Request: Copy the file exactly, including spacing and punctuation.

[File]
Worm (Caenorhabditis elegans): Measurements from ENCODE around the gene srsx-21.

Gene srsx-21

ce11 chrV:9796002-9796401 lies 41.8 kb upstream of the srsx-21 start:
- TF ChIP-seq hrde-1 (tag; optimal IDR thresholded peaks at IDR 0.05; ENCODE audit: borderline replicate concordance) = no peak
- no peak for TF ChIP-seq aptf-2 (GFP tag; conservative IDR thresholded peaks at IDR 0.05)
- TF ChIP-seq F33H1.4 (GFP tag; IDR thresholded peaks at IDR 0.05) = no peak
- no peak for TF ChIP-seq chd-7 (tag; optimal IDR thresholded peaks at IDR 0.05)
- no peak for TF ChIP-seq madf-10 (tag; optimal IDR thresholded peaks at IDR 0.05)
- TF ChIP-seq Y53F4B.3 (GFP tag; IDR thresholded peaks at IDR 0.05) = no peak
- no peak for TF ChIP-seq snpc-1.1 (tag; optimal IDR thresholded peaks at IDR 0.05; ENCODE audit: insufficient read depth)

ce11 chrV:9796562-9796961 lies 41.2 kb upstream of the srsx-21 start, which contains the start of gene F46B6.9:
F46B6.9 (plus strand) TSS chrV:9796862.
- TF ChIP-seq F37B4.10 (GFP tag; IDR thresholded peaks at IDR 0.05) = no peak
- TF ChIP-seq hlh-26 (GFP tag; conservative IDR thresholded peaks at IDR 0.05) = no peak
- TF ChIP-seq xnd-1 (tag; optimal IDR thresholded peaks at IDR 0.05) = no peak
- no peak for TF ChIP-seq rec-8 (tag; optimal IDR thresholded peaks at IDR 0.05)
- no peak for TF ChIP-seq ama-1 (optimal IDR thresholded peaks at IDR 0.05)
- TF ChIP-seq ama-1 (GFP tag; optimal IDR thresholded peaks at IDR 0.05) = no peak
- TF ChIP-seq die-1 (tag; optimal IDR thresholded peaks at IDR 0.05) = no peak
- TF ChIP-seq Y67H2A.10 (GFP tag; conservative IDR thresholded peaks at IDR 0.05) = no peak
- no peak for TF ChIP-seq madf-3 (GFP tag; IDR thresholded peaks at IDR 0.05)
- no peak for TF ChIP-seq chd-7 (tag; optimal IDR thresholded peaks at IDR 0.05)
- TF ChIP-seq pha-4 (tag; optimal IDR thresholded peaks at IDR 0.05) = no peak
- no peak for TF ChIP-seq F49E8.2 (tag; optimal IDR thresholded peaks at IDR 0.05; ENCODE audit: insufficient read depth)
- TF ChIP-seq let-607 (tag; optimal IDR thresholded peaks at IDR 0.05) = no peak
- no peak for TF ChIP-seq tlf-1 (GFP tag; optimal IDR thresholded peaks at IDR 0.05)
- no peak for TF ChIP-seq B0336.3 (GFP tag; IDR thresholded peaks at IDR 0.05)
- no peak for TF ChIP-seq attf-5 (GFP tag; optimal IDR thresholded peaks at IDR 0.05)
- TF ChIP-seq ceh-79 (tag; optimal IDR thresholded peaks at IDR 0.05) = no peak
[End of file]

Worm (Caenorhabditis elegans): Measurements from ENCODE around the gene srsx-21.

Gene srsx-21

ce11 chrV:9796002-9796401 lies 41.8 kb upstream of the srsx-21 start:
- TF ChIP-seq hrde-1 (tag; optimal IDR thresholded peaks at IDR 0.05; ENCODE audit: borderline replicate concordance) = no peak
- no peak for TF ChIP-seq aptf-2 (GFP tag; conservative IDR thresholded peaks at IDR 0.05)
- TF ChIP-seq F33H1.4 (GFP tag; IDR thresholded peaks at IDR 0.05) = no peak
- no peak for TF ChIP-seq chd-7 (tag; optimal IDR thresholded peaks at IDR 0.05)
- no peak for TF ChIP-seq madf-10 (tag; optimal IDR thresholded peaks at IDR 0.05)
- TF ChIP-seq Y53F4B.3 (GFP tag; IDR thresholded peaks at IDR 0.05) = no peak
- no peak for TF ChIP-seq snpc-1.1 (tag; optimal IDR thresholded peaks at IDR 0.05; ENCODE audit: insufficient read depth)

ce11 chrV:9796562-9796961 lies 41.2 kb upstream of the srsx-21 start, which contains the start of gene F46B6.9:
F46B6.9 (plus strand) TSS chrV:9796862.
- TF ChIP-seq F37B4.10 (GFP tag; IDR thresholded peaks at IDR 0.05) = no peak
- TF ChIP-seq hlh-26 (GFP tag; conservative IDR thresholded peaks at IDR 0.05) = no peak
- TF ChIP-seq xnd-1 (tag; optimal IDR thresholded peaks at IDR 0.05) = no peak
- no peak for TF ChIP-seq rec-8 (tag; optimal IDR thresholded peaks at IDR 0.05)
- no peak for TF ChIP-seq ama-1 (optimal IDR thresholded peaks at IDR 0.05)
- TF ChIP-seq ama-1 (GFP tag; optimal IDR thresholded peaks at IDR 0.05) = no peak
- TF ChIP-seq die-1 (tag; optimal IDR thresholded peaks at IDR 0.05) = no peak
- TF ChIP-seq Y67H2A.10 (GFP tag; conservative IDR thresholded peaks at IDR 0.05) = no peak
- no peak for TF ChIP-seq madf-3 (GFP tag; IDR thresholded peaks at IDR 0.05)
- no peak for TF ChIP-seq chd-7 (tag; optimal IDR thresholded peaks at IDR 0.05)
- TF ChIP-seq pha-4 (tag; optimal IDR thresholded peaks at IDR 0.05) = no peak
- no peak for TF ChIP-seq F49E8.2 (tag; optimal IDR thresholded peaks at IDR 0.05; ENCODE audit: insufficient read depth)
- TF ChIP-seq let-607 (tag; optimal IDR thresholded peaks at IDR 0.05) = no peak
- no peak for TF ChIP-seq tlf-1 (GFP tag; optimal IDR thresholded peaks at IDR 0.05)
- no peak for TF ChIP-seq B0336.3 (GFP tag; IDR thresholded peaks at IDR 0.05)
- no peak for TF ChIP-seq attf-5 (GFP tag; optimal IDR thresholded peaks at IDR 0.05)
- TF ChIP-seq ceh-79 (tag; optimal IDR thresholded peaks at IDR 0.05) = no peak